That was the headline on the lead editorial in the New York Times on January 14, 1987. Alas, the Twin Cities didn't heed that advice, thanks to (as Philip Greenspun points out) PhD-level thinking in economics. Quoting a MinnPost article:
The push to raise the minimum wage to $15 an hour in both Minneapolis and St. Paul has successfully boosted the average worker’s hourly pay in both cities, but it has also led to sharp drops in the numbers of available jobs and hours worked, new research from the Federal Reserve Bank of Minneapolis has found.
(Links to the FRB's studies added.)
I'm bemused by the seemingly tautological claim that the minimum wage increase "boosted the average worker’s hourly pay". Well, yeah: if you chop off the lower tail of the hourly wage distribution, the average of what's left of the distribution will necessarily be higher.
But it seems clear that the primary effects of legislatively destroying the bottom rungs of the economic ladder were negative.
PhilG also notes the cavalier attitude of that "PhD-level" thinker quoted by the MinnPost:
“Somebody who loses their job because of a minimum wage increase is going to find another job,” said UC Berkeley economist Michael Reich. “Probably not right away, they’re going to work fewer weeks per year — but they’re not going to be permanently unemployed.”
Let them eat welfare in the meantime. I added a "fun fact" comment to PhilG's post: the quoted “UC Berkeley economist Michael Reich” is one of the founders of the Union for Radical Political Economics, self-described as “an alternative professional organization for left political economists and an intellectual home for academics, policy-makers, and activists who are interested in participating in a left intellectual debate on theoretical and policy issues.”
I guess that’s where you have to go to find an economist willing to defend, however lamely, minimum wage laws.
Coincidentally, Cafe Hayek's Quotation of the Day is from Thomas Sowell:
Minimum wage laws play Russian roulette with people who need jobs and the work experience that will enable them to rise to higher pay levels.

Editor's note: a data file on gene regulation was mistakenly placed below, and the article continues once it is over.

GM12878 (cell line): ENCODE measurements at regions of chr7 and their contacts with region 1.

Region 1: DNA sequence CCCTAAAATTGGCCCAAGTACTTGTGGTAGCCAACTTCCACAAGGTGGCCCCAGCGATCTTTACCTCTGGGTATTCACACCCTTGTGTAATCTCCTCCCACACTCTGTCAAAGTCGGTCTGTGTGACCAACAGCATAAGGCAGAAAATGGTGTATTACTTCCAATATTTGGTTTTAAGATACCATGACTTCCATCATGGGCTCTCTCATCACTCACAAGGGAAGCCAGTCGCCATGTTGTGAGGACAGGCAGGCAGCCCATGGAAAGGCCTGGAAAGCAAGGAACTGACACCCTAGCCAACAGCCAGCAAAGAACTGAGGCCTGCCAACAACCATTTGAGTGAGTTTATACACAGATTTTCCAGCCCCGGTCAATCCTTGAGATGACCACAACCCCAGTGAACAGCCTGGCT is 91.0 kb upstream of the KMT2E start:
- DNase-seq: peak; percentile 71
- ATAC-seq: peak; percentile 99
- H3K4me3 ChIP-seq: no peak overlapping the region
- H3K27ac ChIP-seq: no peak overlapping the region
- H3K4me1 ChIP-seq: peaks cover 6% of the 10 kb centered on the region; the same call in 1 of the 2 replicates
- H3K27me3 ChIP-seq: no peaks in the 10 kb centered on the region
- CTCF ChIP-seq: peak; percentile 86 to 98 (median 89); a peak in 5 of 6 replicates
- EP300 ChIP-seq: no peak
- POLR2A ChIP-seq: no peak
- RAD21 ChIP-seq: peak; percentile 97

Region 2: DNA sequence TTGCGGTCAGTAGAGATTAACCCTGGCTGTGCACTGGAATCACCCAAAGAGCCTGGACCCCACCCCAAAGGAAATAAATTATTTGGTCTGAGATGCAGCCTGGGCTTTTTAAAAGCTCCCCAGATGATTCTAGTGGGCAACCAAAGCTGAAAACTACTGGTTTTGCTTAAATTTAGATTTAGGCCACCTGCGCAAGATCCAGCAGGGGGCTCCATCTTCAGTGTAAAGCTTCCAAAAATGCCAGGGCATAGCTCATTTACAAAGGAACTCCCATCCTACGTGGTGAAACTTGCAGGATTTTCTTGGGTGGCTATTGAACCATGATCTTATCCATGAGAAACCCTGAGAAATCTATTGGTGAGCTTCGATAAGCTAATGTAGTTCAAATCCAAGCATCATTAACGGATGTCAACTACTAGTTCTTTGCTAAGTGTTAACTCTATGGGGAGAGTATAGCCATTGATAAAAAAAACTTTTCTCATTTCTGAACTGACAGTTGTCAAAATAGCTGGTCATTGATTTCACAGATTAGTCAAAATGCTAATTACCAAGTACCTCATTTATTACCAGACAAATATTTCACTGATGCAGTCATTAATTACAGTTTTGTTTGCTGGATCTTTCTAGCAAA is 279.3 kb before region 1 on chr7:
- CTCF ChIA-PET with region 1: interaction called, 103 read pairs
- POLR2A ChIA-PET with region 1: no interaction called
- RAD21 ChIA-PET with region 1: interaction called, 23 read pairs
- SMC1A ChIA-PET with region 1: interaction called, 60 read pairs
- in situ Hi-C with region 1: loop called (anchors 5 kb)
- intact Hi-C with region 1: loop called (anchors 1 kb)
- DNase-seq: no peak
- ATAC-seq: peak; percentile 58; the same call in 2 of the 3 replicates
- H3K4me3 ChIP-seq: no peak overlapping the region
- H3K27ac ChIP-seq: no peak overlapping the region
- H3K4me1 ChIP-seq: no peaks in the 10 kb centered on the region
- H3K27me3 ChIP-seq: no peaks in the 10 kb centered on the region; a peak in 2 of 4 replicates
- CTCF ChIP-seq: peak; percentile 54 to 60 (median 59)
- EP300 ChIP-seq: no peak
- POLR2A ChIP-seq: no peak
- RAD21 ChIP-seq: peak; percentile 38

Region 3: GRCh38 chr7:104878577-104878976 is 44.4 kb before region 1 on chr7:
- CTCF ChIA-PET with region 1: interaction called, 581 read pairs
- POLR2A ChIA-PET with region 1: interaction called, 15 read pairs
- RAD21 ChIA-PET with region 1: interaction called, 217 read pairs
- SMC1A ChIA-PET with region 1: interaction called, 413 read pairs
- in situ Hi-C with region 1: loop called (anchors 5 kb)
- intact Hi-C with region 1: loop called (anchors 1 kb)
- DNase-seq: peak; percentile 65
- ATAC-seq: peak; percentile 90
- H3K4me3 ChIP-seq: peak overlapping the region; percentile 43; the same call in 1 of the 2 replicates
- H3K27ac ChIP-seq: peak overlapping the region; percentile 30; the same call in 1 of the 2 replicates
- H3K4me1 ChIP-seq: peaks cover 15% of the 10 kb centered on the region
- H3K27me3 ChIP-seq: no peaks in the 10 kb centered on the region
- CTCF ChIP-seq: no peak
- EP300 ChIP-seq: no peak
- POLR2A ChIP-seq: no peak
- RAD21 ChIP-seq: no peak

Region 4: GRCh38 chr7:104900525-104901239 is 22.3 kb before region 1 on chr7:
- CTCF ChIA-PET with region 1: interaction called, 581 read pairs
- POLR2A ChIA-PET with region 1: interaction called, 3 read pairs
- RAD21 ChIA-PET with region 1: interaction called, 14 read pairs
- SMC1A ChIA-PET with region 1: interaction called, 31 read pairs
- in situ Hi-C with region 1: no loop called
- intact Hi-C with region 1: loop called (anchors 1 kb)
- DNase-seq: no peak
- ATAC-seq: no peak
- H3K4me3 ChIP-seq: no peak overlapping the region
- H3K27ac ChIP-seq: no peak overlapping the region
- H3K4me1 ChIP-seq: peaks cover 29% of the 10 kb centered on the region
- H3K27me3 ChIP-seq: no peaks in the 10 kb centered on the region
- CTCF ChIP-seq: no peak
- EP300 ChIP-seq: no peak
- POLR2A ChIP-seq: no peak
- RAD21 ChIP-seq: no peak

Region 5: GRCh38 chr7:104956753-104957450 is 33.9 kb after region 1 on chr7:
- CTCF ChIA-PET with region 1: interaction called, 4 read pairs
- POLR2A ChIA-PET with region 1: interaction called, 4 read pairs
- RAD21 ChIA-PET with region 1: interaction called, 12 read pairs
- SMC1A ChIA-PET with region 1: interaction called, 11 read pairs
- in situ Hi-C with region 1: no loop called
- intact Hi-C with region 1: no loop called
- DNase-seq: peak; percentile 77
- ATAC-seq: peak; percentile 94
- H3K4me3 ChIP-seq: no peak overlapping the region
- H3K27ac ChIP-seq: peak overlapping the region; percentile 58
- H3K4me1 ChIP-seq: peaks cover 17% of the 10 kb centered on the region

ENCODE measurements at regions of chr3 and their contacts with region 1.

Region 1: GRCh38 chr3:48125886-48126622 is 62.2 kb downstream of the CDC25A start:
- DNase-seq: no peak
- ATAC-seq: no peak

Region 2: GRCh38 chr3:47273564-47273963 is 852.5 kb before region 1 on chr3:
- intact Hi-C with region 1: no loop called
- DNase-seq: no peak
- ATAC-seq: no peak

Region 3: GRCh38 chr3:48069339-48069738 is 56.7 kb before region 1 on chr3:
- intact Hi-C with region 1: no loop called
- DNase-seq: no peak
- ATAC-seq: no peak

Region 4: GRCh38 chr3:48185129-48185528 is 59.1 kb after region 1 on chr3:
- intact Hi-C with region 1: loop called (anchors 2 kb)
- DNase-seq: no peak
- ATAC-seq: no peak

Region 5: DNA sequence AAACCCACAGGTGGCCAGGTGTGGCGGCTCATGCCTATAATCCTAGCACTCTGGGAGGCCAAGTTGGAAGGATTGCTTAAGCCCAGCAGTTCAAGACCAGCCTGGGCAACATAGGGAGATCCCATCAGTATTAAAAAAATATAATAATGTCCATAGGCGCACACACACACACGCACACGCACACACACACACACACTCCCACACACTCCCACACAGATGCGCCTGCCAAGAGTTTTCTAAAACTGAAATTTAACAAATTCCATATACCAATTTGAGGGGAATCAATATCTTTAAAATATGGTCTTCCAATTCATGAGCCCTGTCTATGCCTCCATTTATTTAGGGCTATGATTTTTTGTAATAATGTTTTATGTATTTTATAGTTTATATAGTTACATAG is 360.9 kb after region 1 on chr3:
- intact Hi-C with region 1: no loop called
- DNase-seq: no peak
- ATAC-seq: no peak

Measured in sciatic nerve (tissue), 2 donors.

Also of note:
Since we're talking about employement… Robert F. Graboyes provides 20 Job Tips for 2020s 20-Somethings. A small sample:
Jobs that can be done in Cheyenne, Des Moines and Sarasota have potent advantages over those that can be done only in New York, Chicago and San Francisco.
For now, college degrees are important, but high tuition and opportunity costs, combined with often less-than-stellar returns, are reviving the notion that the workplace is often a better educational venue than a university.
Maybe Ivy League graduates making photocopies for congressmen shouldn’t look down on plumbers who own beach homes.
That last tip has a footnote that you will not want to miss.
Water is still wet, and… David Harsanyi notes that AR-15 Bans Are (Still) Unconstitutional.
Gun control advocates have become so dependent on emotional arguments they often seem incapable of offering rational ones. So, I was eager to read a new Bloomberg column (via The Washington Post) headlined, “The Second Amendment Allows a Ban on the AR-15.”
The piece doesn’t get off to a promising start, as author Noah Feldman props up a familiar straw man:
If we each have the right to bear arms, is there a constitutional right to a military-style semiautomatic rifle like an AR-15? What about a rocket-propelled grenade launcher? A small tank?
Notice how he jumps from the oxymoronic “military-style semiautomatic rifle” — not a real thing — to a small tank. Anyway, the proposition is that we should not have access to military-grade armaments. (Feldman is unaware that owning a small tank is legal.) But we’ll get back to that in a moment.